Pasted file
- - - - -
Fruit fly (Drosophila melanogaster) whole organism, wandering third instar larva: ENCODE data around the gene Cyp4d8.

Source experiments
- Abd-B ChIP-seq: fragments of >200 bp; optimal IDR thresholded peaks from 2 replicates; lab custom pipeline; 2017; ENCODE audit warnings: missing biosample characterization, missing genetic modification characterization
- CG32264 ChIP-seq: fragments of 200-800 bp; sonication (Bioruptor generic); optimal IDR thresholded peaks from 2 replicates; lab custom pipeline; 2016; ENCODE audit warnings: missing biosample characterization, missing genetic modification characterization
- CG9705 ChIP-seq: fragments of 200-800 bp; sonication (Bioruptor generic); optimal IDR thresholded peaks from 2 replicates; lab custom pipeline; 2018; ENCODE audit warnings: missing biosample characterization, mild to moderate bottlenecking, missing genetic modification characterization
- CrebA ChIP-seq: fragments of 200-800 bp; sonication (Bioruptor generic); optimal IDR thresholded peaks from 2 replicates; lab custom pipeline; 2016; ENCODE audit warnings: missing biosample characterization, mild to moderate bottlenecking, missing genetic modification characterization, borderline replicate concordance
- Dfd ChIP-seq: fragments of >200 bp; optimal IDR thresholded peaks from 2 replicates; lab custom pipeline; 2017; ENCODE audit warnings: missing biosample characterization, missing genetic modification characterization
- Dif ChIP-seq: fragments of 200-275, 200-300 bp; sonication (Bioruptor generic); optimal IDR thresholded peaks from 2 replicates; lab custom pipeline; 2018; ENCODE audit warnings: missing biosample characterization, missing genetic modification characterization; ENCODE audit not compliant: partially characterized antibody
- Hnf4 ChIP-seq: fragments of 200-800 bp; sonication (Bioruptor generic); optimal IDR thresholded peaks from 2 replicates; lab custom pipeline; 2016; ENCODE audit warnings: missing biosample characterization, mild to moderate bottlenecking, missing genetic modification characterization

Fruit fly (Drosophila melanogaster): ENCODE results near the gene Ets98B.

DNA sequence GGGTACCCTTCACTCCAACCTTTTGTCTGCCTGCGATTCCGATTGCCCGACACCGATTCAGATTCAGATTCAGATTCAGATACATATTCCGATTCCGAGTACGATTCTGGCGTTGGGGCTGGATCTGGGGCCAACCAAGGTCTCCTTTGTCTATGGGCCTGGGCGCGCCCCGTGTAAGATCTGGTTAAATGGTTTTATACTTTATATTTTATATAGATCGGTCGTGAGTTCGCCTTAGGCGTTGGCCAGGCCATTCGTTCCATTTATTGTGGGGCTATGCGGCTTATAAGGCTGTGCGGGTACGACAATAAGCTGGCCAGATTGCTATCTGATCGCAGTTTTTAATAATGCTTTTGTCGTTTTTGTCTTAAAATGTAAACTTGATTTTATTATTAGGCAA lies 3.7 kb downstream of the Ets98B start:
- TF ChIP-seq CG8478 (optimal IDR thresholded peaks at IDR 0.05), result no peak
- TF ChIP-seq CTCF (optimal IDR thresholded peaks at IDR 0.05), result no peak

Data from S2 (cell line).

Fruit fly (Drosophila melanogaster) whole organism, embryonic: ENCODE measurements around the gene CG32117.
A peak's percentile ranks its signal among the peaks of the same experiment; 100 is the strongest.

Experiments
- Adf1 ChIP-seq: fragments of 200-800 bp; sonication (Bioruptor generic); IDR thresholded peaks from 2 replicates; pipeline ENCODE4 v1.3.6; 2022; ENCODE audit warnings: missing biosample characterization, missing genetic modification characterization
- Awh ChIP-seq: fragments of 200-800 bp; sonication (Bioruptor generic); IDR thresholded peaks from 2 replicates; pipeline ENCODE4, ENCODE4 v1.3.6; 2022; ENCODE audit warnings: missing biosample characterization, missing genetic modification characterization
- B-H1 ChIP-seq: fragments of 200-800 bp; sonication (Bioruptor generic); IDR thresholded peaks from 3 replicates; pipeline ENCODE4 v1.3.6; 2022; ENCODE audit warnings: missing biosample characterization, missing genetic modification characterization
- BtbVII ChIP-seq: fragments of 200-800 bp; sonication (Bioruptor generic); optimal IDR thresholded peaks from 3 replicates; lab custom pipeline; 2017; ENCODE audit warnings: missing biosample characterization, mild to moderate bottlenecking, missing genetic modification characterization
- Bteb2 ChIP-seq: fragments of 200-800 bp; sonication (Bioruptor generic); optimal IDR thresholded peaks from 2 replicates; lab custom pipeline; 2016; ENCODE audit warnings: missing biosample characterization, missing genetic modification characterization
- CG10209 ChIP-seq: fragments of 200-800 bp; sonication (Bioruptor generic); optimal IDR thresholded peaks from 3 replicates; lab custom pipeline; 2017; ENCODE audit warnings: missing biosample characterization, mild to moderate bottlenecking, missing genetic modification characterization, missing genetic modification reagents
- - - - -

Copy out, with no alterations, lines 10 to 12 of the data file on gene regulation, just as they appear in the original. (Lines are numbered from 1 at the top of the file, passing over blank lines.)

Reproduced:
Fruit fly (Drosophila melanogaster): ENCODE results near the gene Ets98B.

DNA sequence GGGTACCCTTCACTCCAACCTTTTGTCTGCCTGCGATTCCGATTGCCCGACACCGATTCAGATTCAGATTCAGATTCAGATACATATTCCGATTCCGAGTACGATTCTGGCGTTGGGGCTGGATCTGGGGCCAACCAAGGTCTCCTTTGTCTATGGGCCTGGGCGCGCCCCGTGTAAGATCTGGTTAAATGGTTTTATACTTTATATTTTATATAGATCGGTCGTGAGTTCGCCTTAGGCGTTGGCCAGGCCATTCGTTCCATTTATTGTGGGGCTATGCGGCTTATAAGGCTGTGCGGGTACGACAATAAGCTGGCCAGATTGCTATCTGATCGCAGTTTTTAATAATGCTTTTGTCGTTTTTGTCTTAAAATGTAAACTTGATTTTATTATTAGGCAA lies 3.7 kb downstream of the Ets98B start:
- TF ChIP-seq CG8478 (optimal IDR thresholded peaks at IDR 0.05), result no peak